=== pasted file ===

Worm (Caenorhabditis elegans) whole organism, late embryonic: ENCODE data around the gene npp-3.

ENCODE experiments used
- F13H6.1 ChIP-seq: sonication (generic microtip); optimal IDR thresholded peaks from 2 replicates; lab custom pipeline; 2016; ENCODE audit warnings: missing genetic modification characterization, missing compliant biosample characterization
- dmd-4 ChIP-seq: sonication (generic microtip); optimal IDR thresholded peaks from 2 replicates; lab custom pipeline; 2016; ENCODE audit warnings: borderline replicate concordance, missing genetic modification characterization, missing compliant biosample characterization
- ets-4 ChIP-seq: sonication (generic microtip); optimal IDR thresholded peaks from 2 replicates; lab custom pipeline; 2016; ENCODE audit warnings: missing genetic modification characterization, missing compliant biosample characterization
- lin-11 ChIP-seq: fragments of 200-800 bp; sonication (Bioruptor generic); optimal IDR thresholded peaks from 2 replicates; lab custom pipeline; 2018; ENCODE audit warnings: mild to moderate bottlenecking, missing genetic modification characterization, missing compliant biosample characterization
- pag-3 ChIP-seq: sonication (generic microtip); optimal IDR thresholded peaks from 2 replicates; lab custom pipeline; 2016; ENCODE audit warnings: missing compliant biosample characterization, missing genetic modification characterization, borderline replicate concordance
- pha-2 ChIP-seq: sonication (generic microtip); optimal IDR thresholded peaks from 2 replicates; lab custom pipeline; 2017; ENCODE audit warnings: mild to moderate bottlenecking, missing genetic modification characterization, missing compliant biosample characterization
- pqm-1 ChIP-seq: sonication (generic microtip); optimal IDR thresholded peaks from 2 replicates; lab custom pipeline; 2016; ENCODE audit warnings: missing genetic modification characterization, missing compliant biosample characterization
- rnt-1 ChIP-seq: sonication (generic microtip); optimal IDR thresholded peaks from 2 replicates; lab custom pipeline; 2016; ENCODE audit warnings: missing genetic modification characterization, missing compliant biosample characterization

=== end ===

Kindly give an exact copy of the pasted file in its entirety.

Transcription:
Worm (Caenorhabditis elegans) whole organism, late embryonic: ENCODE data around the gene npp-3.

ENCODE experiments used
- F13H6.1 ChIP-seq: sonication (generic microtip); optimal IDR thresholded peaks from 2 replicates; lab custom pipeline; 2016; ENCODE audit warnings: missing genetic modification characterization, missing compliant biosample characterization
- dmd-4 ChIP-seq: sonication (generic microtip); optimal IDR thresholded peaks from 2 replicates; lab custom pipeline; 2016; ENCODE audit warnings: borderline replicate concordance, missing genetic modification characterization, missing compliant biosample characterization
- ets-4 ChIP-seq: sonication (generic microtip); optimal IDR thresholded peaks from 2 replicates; lab custom pipeline; 2016; ENCODE audit warnings: missing genetic modification characterization, missing compliant biosample characterization
- lin-11 ChIP-seq: fragments of 200-800 bp; sonication (Bioruptor generic); optimal IDR thresholded peaks from 2 replicates; lab custom pipeline; 2018; ENCODE audit warnings: mild to moderate bottlenecking, missing genetic modification characterization, missing compliant biosample characterization
- pag-3 ChIP-seq: sonication (generic microtip); optimal IDR thresholded peaks from 2 replicates; lab custom pipeline; 2016; ENCODE audit warnings: missing compliant biosample characterization, missing genetic modification characterization, borderline replicate concordance
- pha-2 ChIP-seq: sonication (generic microtip); optimal IDR thresholded peaks from 2 replicates; lab custom pipeline; 2017; ENCODE audit warnings: mild to moderate bottlenecking, missing genetic modification characterization, missing compliant biosample characterization
- pqm-1 ChIP-seq: sonication (generic microtip); optimal IDR thresholded peaks from 2 replicates; lab custom pipeline; 2016; ENCODE audit warnings: missing genetic modification characterization, missing compliant biosample characterization
- rnt-1 ChIP-seq: sonication (generic microtip); optimal IDR thresholded peaks from 2 replicates; lab custom pipeline; 2016; ENCODE audit warnings: missing genetic modification characterization, missing compliant biosample characterization